The Ballast Water Management Convention’s discharge standards include limits on three indicator microbes that were adopted to protect public health. These limits were included at Brazil’s request after the devastating South American cholera epidemic—widely believed to have resulted from ballast water discharges—and repeated detections in ballast tanks of the bacterial strain that caused the epidemic.
In January 2015 we reported in Marine Pollution Bulletin that nearly all of the indicator microbe tests conducted during the previous 10 years under IMO’s G8 Guidelines were meaningless. The analysis is straightforward: in order to test whether a treatment system adequately reduces microbe concentrations, you must start with appropriate concentrations of those microbes in the untreated test water. At a minimum, the untreated test water must have higher concentrations than the limit that the treated water is supposed to meet. Examining all available data from type approval tests conducted since 2004, we found that the concentrations of indicator microbes in the untreated water were below the limit for treated water in 95% of the tests, and below detection limits (i.e. not a single indicator microbe was found in the samples) in nearly two-thirds of the tests.
These tests were all treated as valid tests, and the treatment systems were reported to have “passed” the tests and were granted type approval, because the G8 Guidelines don’t require any minimum concentrations of indicator microbes in the test water.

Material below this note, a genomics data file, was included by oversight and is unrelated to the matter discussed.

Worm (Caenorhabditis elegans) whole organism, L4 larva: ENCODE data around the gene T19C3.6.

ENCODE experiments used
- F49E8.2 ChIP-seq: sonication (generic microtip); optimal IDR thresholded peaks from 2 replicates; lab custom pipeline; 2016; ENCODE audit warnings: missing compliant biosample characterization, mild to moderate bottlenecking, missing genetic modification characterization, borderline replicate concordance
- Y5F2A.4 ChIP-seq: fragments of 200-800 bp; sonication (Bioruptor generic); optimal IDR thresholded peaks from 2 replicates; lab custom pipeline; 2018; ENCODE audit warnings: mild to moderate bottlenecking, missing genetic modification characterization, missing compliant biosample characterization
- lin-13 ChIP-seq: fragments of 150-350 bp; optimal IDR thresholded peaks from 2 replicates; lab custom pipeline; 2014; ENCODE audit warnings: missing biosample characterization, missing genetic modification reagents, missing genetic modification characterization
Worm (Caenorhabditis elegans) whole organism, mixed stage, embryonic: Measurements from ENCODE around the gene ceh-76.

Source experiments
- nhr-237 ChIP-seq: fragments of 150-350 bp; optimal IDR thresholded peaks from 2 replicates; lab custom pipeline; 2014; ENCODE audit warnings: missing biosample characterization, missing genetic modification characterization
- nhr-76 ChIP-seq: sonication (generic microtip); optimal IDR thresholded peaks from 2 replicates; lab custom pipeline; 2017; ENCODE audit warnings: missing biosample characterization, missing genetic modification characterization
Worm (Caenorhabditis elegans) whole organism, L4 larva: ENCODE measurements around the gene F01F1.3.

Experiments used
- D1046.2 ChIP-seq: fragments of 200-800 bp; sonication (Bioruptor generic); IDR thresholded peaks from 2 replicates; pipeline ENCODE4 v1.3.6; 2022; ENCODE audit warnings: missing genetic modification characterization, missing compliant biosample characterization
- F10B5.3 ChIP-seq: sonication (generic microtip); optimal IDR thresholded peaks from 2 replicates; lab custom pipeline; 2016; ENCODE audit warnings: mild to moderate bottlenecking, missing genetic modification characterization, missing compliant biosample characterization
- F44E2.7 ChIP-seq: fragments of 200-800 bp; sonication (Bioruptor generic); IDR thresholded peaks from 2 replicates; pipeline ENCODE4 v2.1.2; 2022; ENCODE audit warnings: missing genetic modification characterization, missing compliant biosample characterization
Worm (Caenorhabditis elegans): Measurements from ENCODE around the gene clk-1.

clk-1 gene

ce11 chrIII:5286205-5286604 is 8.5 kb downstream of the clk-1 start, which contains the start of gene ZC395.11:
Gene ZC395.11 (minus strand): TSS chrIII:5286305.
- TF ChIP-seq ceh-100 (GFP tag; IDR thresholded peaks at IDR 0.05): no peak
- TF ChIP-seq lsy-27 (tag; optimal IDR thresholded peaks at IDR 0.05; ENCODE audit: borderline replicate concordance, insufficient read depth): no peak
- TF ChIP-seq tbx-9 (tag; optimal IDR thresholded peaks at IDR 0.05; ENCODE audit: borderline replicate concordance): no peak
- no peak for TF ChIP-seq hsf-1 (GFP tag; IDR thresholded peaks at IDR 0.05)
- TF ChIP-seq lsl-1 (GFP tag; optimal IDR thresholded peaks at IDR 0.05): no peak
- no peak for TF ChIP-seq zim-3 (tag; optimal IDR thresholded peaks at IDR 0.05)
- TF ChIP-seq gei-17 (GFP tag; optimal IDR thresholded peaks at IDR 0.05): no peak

When asked about our results, officially IMO had no comment; unofficially, IMO made excuses for why it didn’t require meaningful tests. But why does IMO even require tests—and why are treatment systems certified as passing the tests—if the tests are meaningless? That wastes money, but worse, it misleads ship owners who believe that they are purchasing equipment whose efficacy has been demonstrated in tests, and misleads the public and policy makers into believing that the public’s health is protected by the BWMC.
IMO is now considering certain changes to the G8 Guidelines based on recommendations of the Correspondence Group. But although I sent copies of our paper to the IMO Secretariat and the Chair of the Correspondence Group 19 months ago, and requested that they find a way to fix this problem (we suggest various options in our paper), the issue is not even mentioned in the Correspondent Group’s report. This does a great and dangerous disservice to the public, especially in parts of the world where limited treatment of drinking water and domestic sewage leaves poor communities vulnerable to deadly outbreaks of water-borne disease.
Report: Tests of Ballast Water Treatment Systems are Flawed (New York Times online Jan 14, 2015)
Tests Used to Ensure Ships Don’t Carry Deadly Cargo Draw Sharp Criticism (Science online Jan 14, 2015)